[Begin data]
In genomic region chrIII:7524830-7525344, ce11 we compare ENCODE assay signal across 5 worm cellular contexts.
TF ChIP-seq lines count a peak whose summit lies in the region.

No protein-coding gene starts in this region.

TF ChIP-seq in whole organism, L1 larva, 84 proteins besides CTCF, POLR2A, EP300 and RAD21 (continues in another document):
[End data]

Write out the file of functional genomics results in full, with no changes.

In genomic region chrIII:7524830-7525344, ce11 we compare ENCODE assay signal across 5 worm cellular contexts.
TF ChIP-seq lines count a peak whose summit lies in the region.

No protein-coding gene starts in this region.

TF ChIP-seq in whole organism, L1 larva, 84 proteins besides CTCF, POLR2A, EP300 and RAD21 (continues in another document):